The Centre is allowing 100% Foreign Direct Investment by NRIs in Air India.


New Delhi: The scope for the sale of the debt-ridden national carrier Air India has been widened with the Union government’s recent notification of allowing 100% Foreign Direct Investment (FDI) by NRIs into Air India.

The Ministry of Finance and the Ministry of Civil Aviation had together brought in this amendment in the FDI policy earlier this week with a hope that this would fast-track the sale of Air India. Sources in the Ministry of Civil Aviation said that they had been pushing hard for getting this amendment passed as they believed that this would help the national carrier find some buyers as repeated attempts to sell the airlines have remained futile over the past two years.

Officials in the Ministry of Civil Aviation that this correspondent spoke to also hinted that there were some buyers who were expressing their interest, but were not eligible due to the existing rules for buying stakes in an Indian airline.

“The government allowing 100% FDI in Air India certainly does not mean that this airline can be brought out by any foreign national or for that matter any foreign company. The 51% stake of the airlines will still remain with an Indian national which is why the rule has been amended to bring only NRIs,” a Ministry of Civil Aviation official told this correspondent.

According to the earlier norm, NRIs could own only up to 49% stake of the national carrier’s stake while the rest had to be owned by an Indian residing in India.

However, aviation experts believe that the exercise to sell Air India at a time when the global aviation industry is facing one of its biggest crisis will still remain futile as no individual or company would like to invest in an airline at this time which is already debt-ridden.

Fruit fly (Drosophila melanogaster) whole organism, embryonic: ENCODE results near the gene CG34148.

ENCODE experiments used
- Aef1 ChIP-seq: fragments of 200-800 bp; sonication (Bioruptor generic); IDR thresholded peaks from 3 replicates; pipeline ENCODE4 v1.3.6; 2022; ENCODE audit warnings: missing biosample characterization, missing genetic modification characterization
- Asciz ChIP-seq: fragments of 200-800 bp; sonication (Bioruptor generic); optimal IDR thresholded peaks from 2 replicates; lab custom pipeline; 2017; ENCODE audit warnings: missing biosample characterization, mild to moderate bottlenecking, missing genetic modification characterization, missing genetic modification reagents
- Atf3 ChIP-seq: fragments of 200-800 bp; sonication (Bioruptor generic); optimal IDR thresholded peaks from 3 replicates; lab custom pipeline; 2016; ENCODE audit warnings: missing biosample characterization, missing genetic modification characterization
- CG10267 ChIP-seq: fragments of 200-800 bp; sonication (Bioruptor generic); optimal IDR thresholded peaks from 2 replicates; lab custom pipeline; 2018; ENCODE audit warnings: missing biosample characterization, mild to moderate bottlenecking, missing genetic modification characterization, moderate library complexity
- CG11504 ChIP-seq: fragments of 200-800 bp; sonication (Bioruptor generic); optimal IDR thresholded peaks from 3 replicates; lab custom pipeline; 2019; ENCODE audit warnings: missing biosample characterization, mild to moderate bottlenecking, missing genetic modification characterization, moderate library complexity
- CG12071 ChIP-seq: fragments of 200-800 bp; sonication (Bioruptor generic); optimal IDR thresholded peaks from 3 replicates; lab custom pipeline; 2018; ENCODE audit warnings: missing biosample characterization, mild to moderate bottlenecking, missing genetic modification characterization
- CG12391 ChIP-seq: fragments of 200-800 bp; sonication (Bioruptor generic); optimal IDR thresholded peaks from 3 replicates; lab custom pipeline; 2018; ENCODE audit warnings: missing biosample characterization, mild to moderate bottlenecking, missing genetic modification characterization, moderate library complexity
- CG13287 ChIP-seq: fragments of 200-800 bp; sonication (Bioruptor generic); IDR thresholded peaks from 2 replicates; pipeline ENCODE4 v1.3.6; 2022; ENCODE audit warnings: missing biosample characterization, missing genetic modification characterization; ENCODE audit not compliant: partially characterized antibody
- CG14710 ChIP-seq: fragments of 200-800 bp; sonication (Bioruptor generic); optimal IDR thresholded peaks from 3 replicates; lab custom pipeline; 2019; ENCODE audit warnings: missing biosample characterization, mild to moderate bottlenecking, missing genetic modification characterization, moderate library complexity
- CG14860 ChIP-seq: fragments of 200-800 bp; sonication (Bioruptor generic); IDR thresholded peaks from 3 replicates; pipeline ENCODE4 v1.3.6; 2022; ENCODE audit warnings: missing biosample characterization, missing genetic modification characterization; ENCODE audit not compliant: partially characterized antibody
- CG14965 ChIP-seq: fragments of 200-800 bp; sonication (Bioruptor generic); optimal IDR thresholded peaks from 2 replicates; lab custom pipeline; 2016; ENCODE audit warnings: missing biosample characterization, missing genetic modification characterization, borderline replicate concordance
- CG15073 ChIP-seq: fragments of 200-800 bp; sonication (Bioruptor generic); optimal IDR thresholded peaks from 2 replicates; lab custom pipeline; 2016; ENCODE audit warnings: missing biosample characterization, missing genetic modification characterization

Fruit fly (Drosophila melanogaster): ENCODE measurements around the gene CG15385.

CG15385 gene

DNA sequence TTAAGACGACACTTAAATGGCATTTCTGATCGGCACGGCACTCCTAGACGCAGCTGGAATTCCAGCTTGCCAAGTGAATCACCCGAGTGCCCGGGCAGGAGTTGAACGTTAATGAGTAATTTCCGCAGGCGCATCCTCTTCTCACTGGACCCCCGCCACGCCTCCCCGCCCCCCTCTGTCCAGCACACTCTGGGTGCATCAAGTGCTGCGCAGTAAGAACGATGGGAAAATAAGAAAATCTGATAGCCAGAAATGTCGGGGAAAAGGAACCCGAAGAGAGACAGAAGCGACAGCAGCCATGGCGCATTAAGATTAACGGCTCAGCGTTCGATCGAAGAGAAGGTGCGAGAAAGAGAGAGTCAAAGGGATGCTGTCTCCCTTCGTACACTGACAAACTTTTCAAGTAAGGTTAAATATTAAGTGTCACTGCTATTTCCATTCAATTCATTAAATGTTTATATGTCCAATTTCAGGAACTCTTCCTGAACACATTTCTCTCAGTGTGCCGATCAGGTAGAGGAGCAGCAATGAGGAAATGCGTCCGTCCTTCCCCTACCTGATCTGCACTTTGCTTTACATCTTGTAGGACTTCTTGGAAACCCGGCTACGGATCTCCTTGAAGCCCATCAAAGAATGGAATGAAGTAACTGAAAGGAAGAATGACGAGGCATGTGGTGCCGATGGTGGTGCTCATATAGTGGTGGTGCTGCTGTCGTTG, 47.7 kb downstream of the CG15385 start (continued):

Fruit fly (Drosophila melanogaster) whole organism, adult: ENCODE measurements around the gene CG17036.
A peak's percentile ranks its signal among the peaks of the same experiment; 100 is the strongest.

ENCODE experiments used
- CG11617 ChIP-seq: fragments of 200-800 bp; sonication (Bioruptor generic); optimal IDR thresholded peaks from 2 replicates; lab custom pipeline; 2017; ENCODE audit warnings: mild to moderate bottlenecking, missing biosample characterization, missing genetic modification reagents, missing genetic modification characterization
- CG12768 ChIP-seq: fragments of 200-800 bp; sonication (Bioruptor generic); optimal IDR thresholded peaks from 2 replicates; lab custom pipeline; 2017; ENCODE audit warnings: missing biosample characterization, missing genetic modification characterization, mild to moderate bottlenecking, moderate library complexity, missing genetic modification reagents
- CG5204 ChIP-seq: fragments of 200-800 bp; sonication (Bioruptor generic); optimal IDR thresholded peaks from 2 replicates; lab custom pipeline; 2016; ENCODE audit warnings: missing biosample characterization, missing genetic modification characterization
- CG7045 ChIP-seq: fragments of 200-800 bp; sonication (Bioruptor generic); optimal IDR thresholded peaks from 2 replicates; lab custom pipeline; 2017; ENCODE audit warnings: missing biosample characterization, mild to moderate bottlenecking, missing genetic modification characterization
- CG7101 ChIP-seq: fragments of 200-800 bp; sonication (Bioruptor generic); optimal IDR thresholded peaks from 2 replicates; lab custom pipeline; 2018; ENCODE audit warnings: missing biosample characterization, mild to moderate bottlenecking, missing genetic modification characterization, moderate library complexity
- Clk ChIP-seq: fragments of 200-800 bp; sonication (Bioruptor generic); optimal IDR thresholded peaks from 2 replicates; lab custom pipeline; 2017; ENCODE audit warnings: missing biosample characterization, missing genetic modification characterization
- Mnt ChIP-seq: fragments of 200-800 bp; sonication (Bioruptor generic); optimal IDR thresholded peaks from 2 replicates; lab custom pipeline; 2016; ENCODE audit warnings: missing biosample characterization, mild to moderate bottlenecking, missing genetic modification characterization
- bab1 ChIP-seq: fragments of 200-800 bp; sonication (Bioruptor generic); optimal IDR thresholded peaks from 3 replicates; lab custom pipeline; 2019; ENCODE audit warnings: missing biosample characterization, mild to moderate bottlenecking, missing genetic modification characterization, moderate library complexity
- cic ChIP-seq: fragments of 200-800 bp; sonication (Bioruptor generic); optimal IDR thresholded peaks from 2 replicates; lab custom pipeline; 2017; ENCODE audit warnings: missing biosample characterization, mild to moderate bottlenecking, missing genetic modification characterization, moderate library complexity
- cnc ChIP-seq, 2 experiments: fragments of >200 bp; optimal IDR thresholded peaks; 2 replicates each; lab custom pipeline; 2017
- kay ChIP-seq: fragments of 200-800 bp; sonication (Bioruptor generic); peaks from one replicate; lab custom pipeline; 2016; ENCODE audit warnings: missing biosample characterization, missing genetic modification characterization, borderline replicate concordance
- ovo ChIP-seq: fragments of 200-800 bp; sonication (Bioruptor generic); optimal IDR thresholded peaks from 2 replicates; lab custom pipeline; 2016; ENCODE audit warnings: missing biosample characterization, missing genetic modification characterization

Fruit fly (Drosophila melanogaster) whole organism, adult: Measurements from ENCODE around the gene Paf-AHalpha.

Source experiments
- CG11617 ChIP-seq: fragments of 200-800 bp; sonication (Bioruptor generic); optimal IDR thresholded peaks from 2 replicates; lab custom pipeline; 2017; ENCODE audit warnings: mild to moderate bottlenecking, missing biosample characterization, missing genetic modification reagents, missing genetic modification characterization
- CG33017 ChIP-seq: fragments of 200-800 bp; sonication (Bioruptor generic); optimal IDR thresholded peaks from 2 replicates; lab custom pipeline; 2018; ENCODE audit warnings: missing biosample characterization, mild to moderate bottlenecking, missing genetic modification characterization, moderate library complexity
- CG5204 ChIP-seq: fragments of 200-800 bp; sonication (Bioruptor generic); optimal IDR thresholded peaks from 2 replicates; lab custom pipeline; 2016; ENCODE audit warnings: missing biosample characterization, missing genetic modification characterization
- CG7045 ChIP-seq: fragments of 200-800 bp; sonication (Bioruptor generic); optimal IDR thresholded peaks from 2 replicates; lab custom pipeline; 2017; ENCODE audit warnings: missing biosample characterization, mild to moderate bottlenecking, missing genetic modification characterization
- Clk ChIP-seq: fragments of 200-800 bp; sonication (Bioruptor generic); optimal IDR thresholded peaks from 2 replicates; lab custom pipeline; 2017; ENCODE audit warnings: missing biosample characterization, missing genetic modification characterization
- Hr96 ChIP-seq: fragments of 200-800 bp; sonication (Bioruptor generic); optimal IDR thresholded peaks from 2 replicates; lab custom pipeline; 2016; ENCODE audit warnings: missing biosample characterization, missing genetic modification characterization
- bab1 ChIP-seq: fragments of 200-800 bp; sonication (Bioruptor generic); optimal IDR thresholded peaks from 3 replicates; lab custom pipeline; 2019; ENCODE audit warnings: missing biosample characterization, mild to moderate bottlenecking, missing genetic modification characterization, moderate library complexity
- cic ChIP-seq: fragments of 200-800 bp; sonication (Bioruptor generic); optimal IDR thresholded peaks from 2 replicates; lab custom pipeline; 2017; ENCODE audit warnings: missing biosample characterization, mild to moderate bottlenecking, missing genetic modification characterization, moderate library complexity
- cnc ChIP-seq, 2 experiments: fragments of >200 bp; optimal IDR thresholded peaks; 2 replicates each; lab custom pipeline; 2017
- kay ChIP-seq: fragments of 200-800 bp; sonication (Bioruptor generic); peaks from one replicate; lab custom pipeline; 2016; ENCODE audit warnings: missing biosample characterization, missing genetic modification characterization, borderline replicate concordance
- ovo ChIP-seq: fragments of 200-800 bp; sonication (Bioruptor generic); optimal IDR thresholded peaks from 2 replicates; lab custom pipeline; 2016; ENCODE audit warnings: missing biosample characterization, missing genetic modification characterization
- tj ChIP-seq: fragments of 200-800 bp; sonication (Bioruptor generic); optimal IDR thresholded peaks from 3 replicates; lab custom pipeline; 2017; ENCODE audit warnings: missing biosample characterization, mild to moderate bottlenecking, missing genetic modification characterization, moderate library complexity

Jitender Bhargava, former executive director of Air India, told The Sunday Guardian that the new rule had definitely widened the scope for the sale of the national carrier, but the time at which it had been done is very worrisome. “Currently, the aviation industry across the world is going through a very difficult time with layoffs, salary cuts and downsizing of the fleets even by the giants, and as such it is very difficult for the government to find a prospective buyer. Nevertheless, it is a positive step by the government where the government is giving some relaxations in its terms for the sale of Air India. It shows that the government is committed towards the disinvestment of Air India. But what is more important is that Air India needs to be managed by a professional airline management company for its revival,” Bhargava said. A former joint secretary with the Ministry of Civil Aviation told The Sunday Guardian that the government and the ministry should first give Air India’s management contract to a professional airline which would help manage the airlines and bring back the “glorious days of the airlines”. The former joint secretary further said that “it is a positive and a welcome step that the government is trying to widen its scope for the sale of the airlines, but what remains to be understood is that the airlines needs to managed by professionals; we cannot have babus and IAS officers managing an airlines who have little understanding about the operations and marketing of airlines.”

“Air India remained a profitable airline till 2003-04, look at the turn of events in Indian aviation industry post that period. A particular airline was given profitable international routes earlier operated by Air India; rules of unions in Air India were never amended, several ministers and MPs never wanted the airlines to change its working structure to adapt to the needs of the time. But it feels positive to see that this government is making an effort to disinvest the airlines and give to somebody who can professionally manage it,” the former joint secretary said. Air India is currently under a debt of over Rs 58,000 crore with an annual forego of about Rs 4,000 crore.